As a 40-point underdog, UNLV won’t find many weaknesses in Ohio State. While the Rebels offense is predicated on running the ball, this may be a matchup to see what quarterback Armani Rogers can do.
Ohio State has surrendered 37 pass plays of 10 yards or more. That’s tied for eighth most in the nation. The Buckeyes rank in the bottom half of the country in opponent completion percentage and yards per attempt.
The Ohio State secondary, which lost three players in the first round of the NFL draft, is not the strength of the team. The run defense, which ranks 28th in the country in yards per carry, is.
“You’re not going to be able to sit there and run the ball right at a front like that,” Tony Sanchez said. “They’re pretty stout up there. We’re going to have to run some to win the football game, there’s no doubt about that. But we definitely have to take advantage of some of those talented receivers we have. We’re going to have to put them in some one-on-one situations and give our guys the ability to make some plays.”
Ohio State is coming off a win over Army, one of the most run-heavy team in college football. Army ran for 259 yards against Ohio State, but they needed 58 carries to do it. Ohio State held the Black Knights to their lowest yards per carry of the season.
While UNLV doesn’t run the option, the Rebels still prefer to run the ball as much as possible. Through two games UNLV is averaging 48 rushes per game compared to 18.5 passes.
“We know we’ve been a pretty successful run football team, and that’s who we are and they way we’ve built ourselves. But we have a talented receiving core and if you are going to have an opportunity in a game like this, you’re going to have to stretch the field,” Sanchez said.
Against Idaho, UNLV used the run game to set up the pass. Idaho was afraid of the deep ball, and gave UNLV’s receivers 10 yard cushions. But the big play came off play action when Devonte Boyd stretched the field.
Against Ohio State, UNLV might need to use the pass to setup the run. UNLV should expect all opponents to stack the box,as the Rebels rank fifth in the country in yard per carry at 7.3 and are averaging over 10 rushing plays per game of 10 yards or more.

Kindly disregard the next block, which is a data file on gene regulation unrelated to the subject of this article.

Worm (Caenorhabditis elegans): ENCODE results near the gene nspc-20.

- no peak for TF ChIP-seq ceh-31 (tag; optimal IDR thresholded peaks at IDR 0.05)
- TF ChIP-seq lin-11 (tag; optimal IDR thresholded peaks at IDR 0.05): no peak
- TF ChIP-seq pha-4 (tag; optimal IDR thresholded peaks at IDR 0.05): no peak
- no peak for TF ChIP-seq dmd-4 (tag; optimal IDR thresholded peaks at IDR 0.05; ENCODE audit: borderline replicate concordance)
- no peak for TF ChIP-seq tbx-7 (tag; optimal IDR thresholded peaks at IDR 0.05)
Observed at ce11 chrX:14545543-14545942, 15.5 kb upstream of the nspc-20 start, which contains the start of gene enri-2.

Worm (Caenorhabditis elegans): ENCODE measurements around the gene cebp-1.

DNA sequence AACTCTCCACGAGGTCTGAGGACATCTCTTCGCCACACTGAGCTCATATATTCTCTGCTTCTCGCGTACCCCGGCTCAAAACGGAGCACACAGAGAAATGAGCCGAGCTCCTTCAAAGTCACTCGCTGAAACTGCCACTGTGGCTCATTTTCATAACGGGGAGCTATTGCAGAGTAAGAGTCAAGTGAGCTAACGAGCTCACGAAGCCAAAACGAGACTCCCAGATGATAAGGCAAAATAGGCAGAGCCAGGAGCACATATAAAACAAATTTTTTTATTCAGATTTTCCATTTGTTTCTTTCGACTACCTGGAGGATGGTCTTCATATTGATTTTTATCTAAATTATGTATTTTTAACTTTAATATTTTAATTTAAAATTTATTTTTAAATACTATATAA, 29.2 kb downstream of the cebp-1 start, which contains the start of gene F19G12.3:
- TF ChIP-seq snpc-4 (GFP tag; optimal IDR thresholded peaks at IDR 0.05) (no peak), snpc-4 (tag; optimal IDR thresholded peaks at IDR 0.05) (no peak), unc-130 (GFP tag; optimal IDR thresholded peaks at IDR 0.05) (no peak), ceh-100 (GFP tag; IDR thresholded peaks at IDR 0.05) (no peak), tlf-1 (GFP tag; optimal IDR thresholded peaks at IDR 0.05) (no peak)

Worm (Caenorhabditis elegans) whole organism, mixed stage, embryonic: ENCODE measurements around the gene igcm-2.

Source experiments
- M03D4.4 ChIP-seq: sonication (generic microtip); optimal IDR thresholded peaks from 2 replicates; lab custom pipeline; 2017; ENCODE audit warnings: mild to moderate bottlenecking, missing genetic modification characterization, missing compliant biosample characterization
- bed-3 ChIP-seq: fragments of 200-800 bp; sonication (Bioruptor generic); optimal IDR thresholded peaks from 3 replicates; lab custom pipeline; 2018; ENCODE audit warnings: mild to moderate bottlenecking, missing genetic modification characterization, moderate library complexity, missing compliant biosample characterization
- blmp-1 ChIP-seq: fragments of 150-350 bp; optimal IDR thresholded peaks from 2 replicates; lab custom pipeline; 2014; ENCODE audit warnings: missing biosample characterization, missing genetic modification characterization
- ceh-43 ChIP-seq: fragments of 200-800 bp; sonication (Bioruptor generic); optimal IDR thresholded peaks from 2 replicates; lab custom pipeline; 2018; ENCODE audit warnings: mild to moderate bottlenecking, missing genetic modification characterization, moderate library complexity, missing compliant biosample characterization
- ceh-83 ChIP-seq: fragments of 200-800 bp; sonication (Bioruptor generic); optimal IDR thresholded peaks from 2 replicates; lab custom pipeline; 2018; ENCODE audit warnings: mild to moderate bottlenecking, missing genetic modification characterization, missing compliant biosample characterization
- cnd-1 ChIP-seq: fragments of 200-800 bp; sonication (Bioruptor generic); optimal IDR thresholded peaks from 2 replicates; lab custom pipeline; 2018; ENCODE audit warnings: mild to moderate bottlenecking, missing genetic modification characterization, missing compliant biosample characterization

If Ohio State starts with an extra defender creeping towards the line of scrimmage, UNLV will need to loosen up the defense with deep passes.
But so far UNLV hasn’t really let Rogers throw the ball down field. He has only attempted 35 passes in two games; 27 college quarterback are averaging 35 passes per game.
Against Idaho, the freshman quarterback threw 16 passes. 11 of them traveled less than 10 yards in the air. He did hit on both of his attempts that traveled more than 20 yards in the air, including the 94-yard touchdown to Boyd.
Hitting on a few early big plays to Boyd or Kendal Keys would prevent Ohio State from selling out to stop the run and give UNLV a numbers advantage on the ground.
Something Ohio State has not seen this season is a dual threat quarterback. Both Indiana and Ohio State’s quarterbacks had negative rushing yards, while Army attempted eight total passes.
Rogers’ legs, who had nine designed runs called for him against Idaho, could be a wrinkle that creates some big plays for the Rebels.
Armani Rogers Rushes vs. Idaho
- Designed Runs: 9 carries, 65 yards (7.2 yards per carry)
- Scrambles: 5 carries, 32 yards (6.4 yards per carry)
UNLV will need heroic efforts across all units to be competitive against one of the nation’s best. But offensively UNLV needs Rogers to keep Ohio State’s defense honest to have a chance.